Punching a woman in the face to take her purse really can ruin her life.

Taking a couple of hundred dollars from a few thousand people is unlikely to have much lasting effect beyond the financial cost. Give them a big enough financial punishment, and they might start questioning the expected outcome of future crimes.

Sure, it's different once you start talking about white-collar criminals that take their victims' entire life savings, but that's not what we're talking about here.

jail != prison (5, Insightful)

Yold (473518) | more than 5 years ago | (#24733529)

Ahh, the wisdom of Florida's courts. This is probably the most harmless white-collar crime ever, and yet the man gets 15 months in prison. No better way to turn an ordinary citizen into a hardened criminal. If it was jail, it would be a little more understandable, but since he is going to a Florida prison (among the worst in the country), may God have mercy on him. Minimum security prisons (if DOC is nice enough to send him to one) aren't a cake-walk either.

Seriously, fine the man, put him on probation with a suspended sentence before sending him to prison for an utterly victimless crime.

Re:jail != prison (5, Funny)

Legion_SB (1300215) | more than 5 years ago | (#24733567)

Seriously, fine the man, put him on probation with a suspended sentence before sending him to prison for an utterly victimless crime.

Excuse me, sir, but this wasn't a "victimless crime". I was credited for Additional Audio Programming on NES Slalom, and the $0.0000015 I have been denied from this man's activities puts an immeasurable strain on my personal finances. Have you noticed the economy we're in?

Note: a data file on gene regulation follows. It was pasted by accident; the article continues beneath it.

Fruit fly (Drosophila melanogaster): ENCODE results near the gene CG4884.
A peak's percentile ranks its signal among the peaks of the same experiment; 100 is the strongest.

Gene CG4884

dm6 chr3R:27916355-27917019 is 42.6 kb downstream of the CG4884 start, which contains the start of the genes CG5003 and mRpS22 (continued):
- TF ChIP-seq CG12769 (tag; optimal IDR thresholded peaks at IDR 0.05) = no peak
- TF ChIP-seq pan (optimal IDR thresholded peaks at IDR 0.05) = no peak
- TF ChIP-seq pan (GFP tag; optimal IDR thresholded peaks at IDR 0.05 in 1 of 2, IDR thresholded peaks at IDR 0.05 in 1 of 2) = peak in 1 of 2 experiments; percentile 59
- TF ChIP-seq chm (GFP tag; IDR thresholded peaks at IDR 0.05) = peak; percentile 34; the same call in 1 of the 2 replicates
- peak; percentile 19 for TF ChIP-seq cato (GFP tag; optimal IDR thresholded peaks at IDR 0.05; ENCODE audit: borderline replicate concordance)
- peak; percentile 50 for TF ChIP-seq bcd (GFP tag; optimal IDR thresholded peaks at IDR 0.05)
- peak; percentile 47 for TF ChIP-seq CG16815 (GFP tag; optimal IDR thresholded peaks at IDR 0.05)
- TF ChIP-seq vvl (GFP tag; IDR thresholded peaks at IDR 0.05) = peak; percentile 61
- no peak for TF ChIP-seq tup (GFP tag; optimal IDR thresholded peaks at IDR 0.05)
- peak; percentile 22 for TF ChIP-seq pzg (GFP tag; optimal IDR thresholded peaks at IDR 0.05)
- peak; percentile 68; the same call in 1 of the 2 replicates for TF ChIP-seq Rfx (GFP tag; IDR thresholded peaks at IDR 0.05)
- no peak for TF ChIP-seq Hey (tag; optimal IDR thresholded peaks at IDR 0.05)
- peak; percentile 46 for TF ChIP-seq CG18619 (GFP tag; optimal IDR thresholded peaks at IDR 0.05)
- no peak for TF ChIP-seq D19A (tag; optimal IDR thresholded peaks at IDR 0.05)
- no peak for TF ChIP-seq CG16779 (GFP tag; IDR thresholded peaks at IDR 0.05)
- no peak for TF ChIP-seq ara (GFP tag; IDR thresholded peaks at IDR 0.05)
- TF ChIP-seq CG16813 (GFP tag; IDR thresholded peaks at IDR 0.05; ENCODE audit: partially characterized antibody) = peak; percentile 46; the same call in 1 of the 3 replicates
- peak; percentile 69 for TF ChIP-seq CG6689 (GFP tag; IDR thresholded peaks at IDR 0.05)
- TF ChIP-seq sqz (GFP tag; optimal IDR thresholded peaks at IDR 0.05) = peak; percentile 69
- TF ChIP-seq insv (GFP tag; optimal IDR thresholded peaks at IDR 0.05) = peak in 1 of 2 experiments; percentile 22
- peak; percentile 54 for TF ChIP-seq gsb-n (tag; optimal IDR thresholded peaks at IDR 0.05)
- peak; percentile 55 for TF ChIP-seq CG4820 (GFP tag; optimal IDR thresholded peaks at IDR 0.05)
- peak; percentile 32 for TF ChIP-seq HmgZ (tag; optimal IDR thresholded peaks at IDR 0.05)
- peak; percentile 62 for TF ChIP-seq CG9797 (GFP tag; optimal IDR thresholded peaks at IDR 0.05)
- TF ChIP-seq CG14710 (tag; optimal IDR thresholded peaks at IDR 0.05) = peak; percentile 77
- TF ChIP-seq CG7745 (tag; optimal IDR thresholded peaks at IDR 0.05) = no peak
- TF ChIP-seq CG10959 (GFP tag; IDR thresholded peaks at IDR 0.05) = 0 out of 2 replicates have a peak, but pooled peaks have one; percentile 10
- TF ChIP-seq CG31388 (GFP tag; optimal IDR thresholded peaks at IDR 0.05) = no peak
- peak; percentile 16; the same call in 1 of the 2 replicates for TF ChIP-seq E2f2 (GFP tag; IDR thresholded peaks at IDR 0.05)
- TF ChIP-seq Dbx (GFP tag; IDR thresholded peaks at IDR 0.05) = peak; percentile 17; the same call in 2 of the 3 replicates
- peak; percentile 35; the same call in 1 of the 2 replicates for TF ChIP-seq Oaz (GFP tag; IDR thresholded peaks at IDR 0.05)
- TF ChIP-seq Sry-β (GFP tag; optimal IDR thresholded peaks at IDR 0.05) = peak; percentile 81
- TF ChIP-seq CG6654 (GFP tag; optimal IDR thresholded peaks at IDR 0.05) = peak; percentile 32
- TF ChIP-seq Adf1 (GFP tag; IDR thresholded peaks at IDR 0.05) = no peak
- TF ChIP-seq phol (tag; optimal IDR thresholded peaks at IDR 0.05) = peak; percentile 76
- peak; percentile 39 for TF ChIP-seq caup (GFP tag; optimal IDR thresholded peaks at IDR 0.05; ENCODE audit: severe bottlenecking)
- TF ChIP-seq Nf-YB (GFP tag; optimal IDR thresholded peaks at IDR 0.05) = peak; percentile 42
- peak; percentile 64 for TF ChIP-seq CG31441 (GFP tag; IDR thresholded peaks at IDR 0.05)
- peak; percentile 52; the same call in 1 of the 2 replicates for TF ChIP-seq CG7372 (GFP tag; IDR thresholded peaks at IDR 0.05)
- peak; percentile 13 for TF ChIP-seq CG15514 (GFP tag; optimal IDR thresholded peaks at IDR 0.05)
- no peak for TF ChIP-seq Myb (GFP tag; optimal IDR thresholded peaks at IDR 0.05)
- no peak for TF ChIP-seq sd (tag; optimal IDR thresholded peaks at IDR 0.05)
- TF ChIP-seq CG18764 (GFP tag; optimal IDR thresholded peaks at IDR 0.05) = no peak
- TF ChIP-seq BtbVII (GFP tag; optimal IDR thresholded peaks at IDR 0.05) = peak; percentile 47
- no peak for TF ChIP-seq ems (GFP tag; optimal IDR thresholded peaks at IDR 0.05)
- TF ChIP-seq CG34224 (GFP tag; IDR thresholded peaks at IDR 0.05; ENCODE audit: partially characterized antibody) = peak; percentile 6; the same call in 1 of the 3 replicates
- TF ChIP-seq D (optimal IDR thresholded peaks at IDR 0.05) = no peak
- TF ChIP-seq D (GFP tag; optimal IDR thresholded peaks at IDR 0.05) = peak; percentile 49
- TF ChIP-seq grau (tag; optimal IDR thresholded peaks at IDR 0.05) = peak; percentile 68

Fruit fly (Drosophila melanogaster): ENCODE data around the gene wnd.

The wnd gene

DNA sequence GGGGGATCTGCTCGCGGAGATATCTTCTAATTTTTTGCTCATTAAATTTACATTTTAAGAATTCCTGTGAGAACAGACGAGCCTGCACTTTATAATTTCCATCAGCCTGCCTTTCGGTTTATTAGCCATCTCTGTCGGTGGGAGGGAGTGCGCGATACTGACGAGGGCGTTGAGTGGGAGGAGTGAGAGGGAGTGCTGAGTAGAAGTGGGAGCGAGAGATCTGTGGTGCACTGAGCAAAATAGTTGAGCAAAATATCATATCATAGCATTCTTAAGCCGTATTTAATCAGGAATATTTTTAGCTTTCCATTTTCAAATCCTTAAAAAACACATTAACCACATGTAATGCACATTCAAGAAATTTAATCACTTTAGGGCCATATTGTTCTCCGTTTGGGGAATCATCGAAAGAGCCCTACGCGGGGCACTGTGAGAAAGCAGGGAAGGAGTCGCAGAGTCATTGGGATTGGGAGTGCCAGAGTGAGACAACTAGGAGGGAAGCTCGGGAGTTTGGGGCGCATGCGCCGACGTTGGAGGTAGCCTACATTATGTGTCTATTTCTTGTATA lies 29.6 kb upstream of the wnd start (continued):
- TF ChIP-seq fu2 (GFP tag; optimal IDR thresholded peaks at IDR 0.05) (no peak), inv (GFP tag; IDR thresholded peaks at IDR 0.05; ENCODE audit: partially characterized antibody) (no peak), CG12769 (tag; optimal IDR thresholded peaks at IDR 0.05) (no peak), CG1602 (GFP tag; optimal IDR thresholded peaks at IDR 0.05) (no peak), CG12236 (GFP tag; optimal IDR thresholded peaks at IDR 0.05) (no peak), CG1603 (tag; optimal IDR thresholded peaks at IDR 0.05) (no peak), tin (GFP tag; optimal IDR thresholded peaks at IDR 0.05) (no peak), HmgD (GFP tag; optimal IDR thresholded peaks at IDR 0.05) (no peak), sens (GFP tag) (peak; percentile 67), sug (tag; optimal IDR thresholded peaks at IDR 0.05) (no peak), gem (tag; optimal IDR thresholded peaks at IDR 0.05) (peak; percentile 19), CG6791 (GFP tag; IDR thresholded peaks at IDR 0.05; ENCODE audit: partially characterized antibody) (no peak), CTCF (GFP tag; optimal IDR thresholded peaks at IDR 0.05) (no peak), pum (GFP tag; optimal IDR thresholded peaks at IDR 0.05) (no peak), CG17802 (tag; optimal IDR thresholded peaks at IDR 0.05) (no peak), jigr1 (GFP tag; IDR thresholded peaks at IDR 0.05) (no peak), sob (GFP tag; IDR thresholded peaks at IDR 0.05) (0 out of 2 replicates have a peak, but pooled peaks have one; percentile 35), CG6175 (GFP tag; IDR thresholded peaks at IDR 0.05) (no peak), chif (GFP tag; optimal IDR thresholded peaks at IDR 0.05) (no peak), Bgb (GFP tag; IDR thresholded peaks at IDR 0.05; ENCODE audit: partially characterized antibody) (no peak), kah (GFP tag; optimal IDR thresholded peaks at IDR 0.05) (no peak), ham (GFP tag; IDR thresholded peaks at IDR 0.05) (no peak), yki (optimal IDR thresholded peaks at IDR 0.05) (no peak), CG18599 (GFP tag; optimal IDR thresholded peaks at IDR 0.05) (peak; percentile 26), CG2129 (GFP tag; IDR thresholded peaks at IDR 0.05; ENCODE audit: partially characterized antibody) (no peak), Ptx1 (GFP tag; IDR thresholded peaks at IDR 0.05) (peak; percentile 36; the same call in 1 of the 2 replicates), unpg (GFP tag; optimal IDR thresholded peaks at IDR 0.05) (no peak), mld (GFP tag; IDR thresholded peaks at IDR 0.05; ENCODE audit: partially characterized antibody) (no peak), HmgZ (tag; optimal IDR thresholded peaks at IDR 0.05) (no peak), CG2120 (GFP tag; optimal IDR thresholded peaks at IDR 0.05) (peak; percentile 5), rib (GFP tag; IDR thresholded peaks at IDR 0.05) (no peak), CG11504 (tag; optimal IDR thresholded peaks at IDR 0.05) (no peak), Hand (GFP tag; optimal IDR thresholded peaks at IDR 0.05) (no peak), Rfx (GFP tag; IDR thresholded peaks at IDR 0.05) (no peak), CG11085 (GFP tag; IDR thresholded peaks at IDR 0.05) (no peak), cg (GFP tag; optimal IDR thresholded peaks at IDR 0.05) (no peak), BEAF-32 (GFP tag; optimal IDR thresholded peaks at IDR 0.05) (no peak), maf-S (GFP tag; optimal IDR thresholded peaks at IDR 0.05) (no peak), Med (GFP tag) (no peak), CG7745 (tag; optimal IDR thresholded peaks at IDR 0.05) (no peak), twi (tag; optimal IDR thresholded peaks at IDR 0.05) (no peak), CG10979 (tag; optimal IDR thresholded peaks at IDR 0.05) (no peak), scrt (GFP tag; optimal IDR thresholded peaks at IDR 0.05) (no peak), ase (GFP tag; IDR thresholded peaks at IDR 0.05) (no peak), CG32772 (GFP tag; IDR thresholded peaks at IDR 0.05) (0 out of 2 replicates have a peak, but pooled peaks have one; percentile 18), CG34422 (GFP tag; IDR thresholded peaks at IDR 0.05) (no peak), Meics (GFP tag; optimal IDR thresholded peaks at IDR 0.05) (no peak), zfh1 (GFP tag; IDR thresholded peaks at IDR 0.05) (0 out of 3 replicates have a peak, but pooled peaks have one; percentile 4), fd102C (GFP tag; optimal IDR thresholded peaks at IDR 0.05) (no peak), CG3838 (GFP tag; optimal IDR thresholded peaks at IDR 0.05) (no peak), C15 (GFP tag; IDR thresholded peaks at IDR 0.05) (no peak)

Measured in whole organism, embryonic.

Re:jail != prison (1)

mxs (42717) | more than 5 years ago | (#24734051)

How on EARTH did you get a gig that wasn't work-for-hire ?!?

Re:jail != prison (5, Insightful)

freedom_india (780002) | more than 5 years ago | (#24733581)

Welcome to US of A: Where illegally copying a game gets you jail time while driving intoxicated gets you community service.
The land of free, where anyone with enough money never needs to goto jail for any crime.

Re:jail != prison (1)

WaroDaBeast (1211048) | more than 5 years ago | (#24733831)

(...) where anyone with enough money never needs to goto jail for any crime.

You've been coding for too long; take a lil' break.

Re:jail != prison (1)

Awptimus Prime (695459) | more than 5 years ago | (#24733927)

He would have gotten a base sentence of three years and similar fines in, say, India. (S. 379 of IPC)

It also appears that country keeps trying to completely prohibit booze..

http://stopthedrugwar.org/chronicle-old/435/indiacourt.shtml [stopthedrugwar.org]

Perhaps you should experience freedom and move to the country in your name, thus escaping the cruel, upside down nature of US law. ;)

Re:jail != prison (1)

freedom_india (780002) | more than 5 years ago | (#24733965)

Booze is really not good for health.
Having been in India, i have been charmed by their villages and ubiquitous rail, but have seen the binge drinking they do.
Two bottles of hard alcohol which would shame even a russian are the daily rations of many a laborer.
Plus as you say the constitution prevents it, so the court is just upholding it; just like US courts uphold the constitution however bad the law is (15 yrs for stealing games, versus suspended sentence for DUI).

Link, so we know what it's about (0)

Anonymous Coward | more than 5 years ago | (#24733545)

This is what he sold, I think: Wikipedia reference of power player [wikipedia.org]

It also seems (that's what wikipedia says, at least), that this is not the first prison term for selling power player, nor the worst (5 years in 2005).

Doubtless there would be any argument here (1)

erroneus (253617) | more than 5 years ago | (#24733579)

I think even the most "software should be free" person out there would agree that this is proper if all of the reported facts are accurate.

But then again, I don't think it's particularly mysterious as to what the general consensus here is on the subject -- individual, not-for-profit sharing is okay. Making money from it is not. It is the very definition of "software piracy."